Why they are worlds apart

Michael Carollo | Contributing Writer

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In short, it’s the Republicans.  I know that answer sounds excessively partisan, but I do think the facts speak for themselves.  The primary cause of the polarization in Washington is because the Republican Party over the last half century has moved further and further right to the point where it’s nigh impossible to do big things.


Nothing exemplifies this trend more clearly than health care. In 1945 Truman proposed a national health plan for all Americans, and his ideas developed in Congress as the second variation of the W-M-D bill.  That didn’t get anywhere in part because of little support on the Republican side, along with the fierce opposition from AMA on the claims that it was socialized medicine.  Almost three decades later in 1971, Nixon proposed a plan based around employer coverage, but that didn’t gain traction because Democrats like Ted Kennedy, under the pressure of labor, weren’t quite ready to give up on a national plan and Nixon found little appetite in his party for the issue.  By time Clinton got to office, Democrats had given up on a national plan, and Clinton’s plan, like Nixon’s, relied heavily on employers to expand coverage.  This was met with complete opposition by Republicans and they, led by then Senator John Chafee (R-RI), released a more conservative plan of their own in 1993 (more on that in a moment) during the debate.  Clinton’s effort failed, once more because of little-to-no Republican movement towards his proposals, and nothing was done about health care until 2010.  Finally, this time, after so much wrangling and feet-dragging, a big bill for health care was passed – with no Republican support.  Sure, Republicans proposed plans of their own during the debate, but none controlled costs as well, or insured as many people, as the Affordable Care Act (ACA). 


And where does ACA sit on the idealogical scale?  To put it one way, it looks largely similar to the conservative planned passed under Governor Mitt Romney in Massachusetts and the planned Chafee proposed in 1993.  The Democrats had moved to the right – again – to pick up Republican support and – again – the Republicans balked and moved further right.


The debate for health care reform in this country has moved so far to the right that the Democrats are left defending a conservative piece of legislation, leaving Republicans with nothing big they can propose to solve our nation’s health care woes.  Where’s the evidence for this?  Let me ask readers the following question: Why is that in the time they have controlled the House, Republicans have voted to repeal ACA thirty-three times but have not once passed a plan of their own?  Why is Mitt Romney so vague on the details when it comes to the issue of health care?  Because, and this is the truth: The Affordable Care Act is the most conservative piece of legislation you can pass to hold down costs and to make sure as many people are insured as possible – while keeping to the idea that all Americans should have access to affordable health care – without massive government intervention.  And by that I mean a robust public option or a Medicare-for-all, single-payer system.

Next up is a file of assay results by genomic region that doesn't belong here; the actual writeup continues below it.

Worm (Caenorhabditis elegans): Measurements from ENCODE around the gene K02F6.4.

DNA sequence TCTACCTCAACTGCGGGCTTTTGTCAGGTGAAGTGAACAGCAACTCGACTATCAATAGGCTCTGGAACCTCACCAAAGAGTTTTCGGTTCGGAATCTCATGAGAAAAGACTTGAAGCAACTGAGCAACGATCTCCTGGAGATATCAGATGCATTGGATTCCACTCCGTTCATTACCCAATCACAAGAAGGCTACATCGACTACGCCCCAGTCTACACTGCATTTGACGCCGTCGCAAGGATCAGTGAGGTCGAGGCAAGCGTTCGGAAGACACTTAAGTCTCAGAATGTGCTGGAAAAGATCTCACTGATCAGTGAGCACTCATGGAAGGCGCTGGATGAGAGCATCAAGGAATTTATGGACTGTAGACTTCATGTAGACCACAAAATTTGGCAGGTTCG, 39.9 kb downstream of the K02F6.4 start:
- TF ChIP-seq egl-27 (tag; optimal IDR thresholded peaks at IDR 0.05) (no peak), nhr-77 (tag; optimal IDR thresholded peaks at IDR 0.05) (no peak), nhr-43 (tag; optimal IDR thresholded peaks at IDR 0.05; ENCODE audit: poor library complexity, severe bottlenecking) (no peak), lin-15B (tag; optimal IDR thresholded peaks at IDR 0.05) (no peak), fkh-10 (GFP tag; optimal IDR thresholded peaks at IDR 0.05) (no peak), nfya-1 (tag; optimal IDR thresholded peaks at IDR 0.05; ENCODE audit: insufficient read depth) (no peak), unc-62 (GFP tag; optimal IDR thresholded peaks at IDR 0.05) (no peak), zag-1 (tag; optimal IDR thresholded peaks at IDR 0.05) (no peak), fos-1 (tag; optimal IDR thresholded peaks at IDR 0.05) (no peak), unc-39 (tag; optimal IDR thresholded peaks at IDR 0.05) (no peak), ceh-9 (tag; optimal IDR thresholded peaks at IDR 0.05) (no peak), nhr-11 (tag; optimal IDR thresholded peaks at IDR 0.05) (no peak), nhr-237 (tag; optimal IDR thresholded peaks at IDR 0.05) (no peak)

Health care, environment, immigration, taxes – you name it – the Republicans have shifted a considerable distance to the right on all issues.


During the Republican primary presidential debate on August 11, 2011, the following question was proposed to the candidates: Would any candidate at the debate accept a 10:1 budget deal in favor of spending cuts to tax increases to reduce the federal deficit and stem the rising national debt?  All the candidates – all of them – raised their hands in the negative.  What reasonable person in his or her right mind wouldn’t accept a 10:1 deal in their favor?


How are Democrats supposed to work with people like that?